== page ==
Kage Baker was wont to occasionally throw her hands in the air, whirl around in her swivelly desk chair and exclaim: “The computer won’t work!”
This could mean anything: a power failure. A virus attack. A corrupted file. The sudden engagement of the screen saver. Kage, although she never learned about macros or hot keys or keystroke commands, had an unparalleled ability to accidentally reproduce some order she didn’t know existed, and change an entire document to Cyrillic. Or disappear it entirely. Her margin and spacing choices were especially prone to this derangement, and it was always rather challenging to figure out what coherent but inappropriate command she had spontaneously generated this time.
On the other hand, there is no denying that computers will, in their fast-as-lightning, idiot savant, GIGO-emperiled way, do weird things. There is always a reason, but unless you can figure it out postmortum (as it were) the entire sequence can present like black magic. There honestly seems to be no reason sometimes for the things the Interwebs do … like, eat transmissions.
I know there must be rational reasons; physics, while it gets weirder every day, is not so arbitrary. But emails do vanish into thin air, and postings, too. Hitting send doesn’t always have any more effect than prompting a little sign to light up saying Shared With Your Friends, or some such kindergarten-level reassurance. But, you know what? All that really means is that the program has noted you hit the Send key, and has thus acknowledged that stroke. It doesn’t mean what you sent got there.
Unless the problem is wide-spread and prevents you from using your system, most folks don’t bother to find out what caused it. It’s chance, or gremlins, or a peevish Loa (Kage kept a sigil for Papa Legba written on her computer, trusting him in his role of human/spirit intermediary to keep her Interwebs working). For Kage, it was an especial mystery: even when I could show her how she’d done it, she wouldn’t remember the exact method next time and so would do it again …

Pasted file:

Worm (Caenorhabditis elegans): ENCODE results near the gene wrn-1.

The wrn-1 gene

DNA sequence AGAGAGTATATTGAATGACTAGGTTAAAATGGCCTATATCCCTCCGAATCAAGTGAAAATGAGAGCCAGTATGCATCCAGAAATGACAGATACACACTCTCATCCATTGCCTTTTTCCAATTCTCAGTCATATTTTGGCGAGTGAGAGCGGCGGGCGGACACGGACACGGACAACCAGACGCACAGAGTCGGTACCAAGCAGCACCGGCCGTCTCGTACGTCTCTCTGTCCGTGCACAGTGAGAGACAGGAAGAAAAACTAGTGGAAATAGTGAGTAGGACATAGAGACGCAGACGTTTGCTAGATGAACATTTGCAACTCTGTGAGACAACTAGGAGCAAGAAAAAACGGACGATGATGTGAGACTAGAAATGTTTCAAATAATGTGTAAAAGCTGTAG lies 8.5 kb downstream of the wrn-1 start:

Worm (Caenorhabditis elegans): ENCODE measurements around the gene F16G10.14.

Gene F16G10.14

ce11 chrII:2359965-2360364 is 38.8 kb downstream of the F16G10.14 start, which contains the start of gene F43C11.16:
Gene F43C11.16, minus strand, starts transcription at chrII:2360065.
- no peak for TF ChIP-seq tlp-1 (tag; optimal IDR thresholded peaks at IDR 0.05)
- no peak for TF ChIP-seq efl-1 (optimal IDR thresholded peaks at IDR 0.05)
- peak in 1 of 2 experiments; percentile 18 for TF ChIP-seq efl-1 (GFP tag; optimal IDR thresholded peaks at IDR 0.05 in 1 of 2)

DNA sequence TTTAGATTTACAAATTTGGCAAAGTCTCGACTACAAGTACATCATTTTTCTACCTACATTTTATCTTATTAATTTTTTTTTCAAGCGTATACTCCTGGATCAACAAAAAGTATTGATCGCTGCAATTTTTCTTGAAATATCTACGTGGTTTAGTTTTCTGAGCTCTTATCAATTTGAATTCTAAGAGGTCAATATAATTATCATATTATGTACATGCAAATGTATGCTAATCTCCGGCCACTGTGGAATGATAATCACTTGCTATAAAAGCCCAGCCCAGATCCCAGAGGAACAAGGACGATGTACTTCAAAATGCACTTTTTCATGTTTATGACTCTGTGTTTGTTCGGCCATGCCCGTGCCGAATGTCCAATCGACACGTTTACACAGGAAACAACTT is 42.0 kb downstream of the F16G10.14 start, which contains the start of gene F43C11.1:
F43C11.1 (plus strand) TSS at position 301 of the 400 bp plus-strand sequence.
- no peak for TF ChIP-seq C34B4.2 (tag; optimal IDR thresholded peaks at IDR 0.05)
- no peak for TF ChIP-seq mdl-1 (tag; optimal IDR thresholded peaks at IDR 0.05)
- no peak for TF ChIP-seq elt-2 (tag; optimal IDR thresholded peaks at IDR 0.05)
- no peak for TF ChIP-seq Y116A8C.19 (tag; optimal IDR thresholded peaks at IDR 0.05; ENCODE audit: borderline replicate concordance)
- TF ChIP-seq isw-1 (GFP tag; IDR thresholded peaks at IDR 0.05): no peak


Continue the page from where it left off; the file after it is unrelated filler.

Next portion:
I’m carrying on like this because yestreday’s post seems to have vanished utterly. Where and how and when? I do not know. If it showed up in anyone’s mailbox – since I know some of you Dear Readers get my ramblings sent to you – please let me know, eh? It apparently evaporated from its placement on here on WordPress, as well as Facebook and Google+.
I do recall that I was going on about a couple of nice back-from-extinction stories. For instance, the Black-footed Ferret (a handsome little vermin) is regaining lost ground in preserve areas of the Great Plains. This is especially nice because they are the main check on the population explosion of prairie dogs … and it turns out we need prairie dogs (in reasonable numbers) to keep the native prairie grasses healthy. The floral ecosystem of the Great Plains maintains the local aquifers and ground moisture and helps prevent enormous range fires. Also, it supports buffalo. It’s all interconnected, of course, which someone has finally convinced the Bureau of Land Management is what the word “ecosystem” means …
Also, while the feral tiger population is decreasing with frightening speed in most of the world – as tigers are eaten by wealthy Chinese men – in one Indian preserve, they are thriving. Also thriving in this preserve are Indian Rhinoceri, who also suffer from the attentions of the Asian marital aid industry. Why is this one preserve different from all the rest? Because they have instituted a new policy: they shoot poachers on sight.
I am entertained by the thought of who, among Company operatives, got to breed and transport herds of Black-footed Ferrets: the Great Cat Herding Project, it should be called. Could have been hilarious.
Also, I am wondering if some of the Enforcers are having a nice sojourn in India at the moment, hunting poachers. Warm weather, nice scenery, and if you’ve got a jones for curry, it’s a dream assignment …
So anyway – if anyone sees that wandering blog o’mine, give a holler. I’ll fish it out of the rushing stream of the Interwebs and try again.